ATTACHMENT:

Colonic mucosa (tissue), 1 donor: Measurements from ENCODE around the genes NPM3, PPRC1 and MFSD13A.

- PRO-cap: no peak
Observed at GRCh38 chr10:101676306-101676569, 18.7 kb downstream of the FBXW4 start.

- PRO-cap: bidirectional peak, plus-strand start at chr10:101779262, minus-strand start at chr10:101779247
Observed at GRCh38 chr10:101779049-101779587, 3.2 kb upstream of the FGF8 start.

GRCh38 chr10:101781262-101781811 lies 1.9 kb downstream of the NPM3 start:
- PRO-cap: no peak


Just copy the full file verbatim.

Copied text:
Colonic mucosa (tissue), 1 donor: Measurements from ENCODE around the genes NPM3, PPRC1 and MFSD13A.

- PRO-cap: no peak
Observed at GRCh38 chr10:101676306-101676569, 18.7 kb downstream of the FBXW4 start.

- PRO-cap: bidirectional peak, plus-strand start at chr10:101779262, minus-strand start at chr10:101779247
Observed at GRCh38 chr10:101779049-101779587, 3.2 kb upstream of the FGF8 start.

GRCh38 chr10:101781262-101781811 lies 1.9 kb downstream of the NPM3 start:
- PRO-cap: no peak